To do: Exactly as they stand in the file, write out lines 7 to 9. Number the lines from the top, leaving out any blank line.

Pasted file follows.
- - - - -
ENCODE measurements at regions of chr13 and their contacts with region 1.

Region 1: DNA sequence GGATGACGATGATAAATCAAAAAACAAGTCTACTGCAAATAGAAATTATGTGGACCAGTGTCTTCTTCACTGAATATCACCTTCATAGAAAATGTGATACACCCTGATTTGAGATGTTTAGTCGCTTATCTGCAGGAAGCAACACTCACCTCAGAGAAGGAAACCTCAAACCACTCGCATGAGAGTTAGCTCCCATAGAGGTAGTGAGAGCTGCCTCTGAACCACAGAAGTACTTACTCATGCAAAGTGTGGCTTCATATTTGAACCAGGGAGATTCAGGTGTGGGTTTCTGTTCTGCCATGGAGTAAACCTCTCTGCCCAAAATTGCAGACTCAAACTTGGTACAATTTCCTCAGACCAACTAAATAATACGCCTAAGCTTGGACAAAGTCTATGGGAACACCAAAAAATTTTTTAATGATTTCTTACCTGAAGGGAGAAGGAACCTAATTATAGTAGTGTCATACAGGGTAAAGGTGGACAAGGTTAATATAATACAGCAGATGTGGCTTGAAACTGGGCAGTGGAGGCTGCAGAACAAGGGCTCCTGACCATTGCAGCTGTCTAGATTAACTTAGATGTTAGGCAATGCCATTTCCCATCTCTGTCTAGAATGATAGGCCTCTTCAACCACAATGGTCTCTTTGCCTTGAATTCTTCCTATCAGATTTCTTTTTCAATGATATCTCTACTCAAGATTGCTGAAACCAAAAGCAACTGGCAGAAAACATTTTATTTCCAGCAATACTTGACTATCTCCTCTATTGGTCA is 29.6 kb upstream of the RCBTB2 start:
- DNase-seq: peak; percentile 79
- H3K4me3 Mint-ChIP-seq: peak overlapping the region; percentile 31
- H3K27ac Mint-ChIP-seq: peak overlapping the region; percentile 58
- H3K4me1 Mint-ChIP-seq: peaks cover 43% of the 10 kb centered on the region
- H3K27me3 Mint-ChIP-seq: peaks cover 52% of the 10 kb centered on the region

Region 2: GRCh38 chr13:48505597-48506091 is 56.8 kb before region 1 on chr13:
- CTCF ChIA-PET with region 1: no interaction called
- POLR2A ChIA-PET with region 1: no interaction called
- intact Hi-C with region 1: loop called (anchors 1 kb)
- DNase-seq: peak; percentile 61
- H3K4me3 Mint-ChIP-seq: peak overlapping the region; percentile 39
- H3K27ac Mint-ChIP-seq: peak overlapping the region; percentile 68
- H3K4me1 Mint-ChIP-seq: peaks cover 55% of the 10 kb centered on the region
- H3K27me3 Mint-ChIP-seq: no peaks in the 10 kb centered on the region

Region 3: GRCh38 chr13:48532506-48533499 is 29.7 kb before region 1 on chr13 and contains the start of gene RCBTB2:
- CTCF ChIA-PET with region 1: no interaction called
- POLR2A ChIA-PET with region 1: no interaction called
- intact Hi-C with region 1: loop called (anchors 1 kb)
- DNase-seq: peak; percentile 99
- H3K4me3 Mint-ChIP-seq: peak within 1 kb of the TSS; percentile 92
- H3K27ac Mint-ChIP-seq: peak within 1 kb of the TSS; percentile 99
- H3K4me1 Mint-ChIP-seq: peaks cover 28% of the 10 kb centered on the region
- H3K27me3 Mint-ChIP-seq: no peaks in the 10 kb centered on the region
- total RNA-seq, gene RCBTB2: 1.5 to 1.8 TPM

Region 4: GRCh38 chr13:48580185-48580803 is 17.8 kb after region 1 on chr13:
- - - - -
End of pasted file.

- H3K27me3 Mint-ChIP-seq: peaks cover 52% of the 10 kb centered on the region

Region 2: GRCh38 chr13:48505597-48506091 is 56.8 kb before region 1 on chr13:
- CTCF ChIA-PET with region 1: no interaction called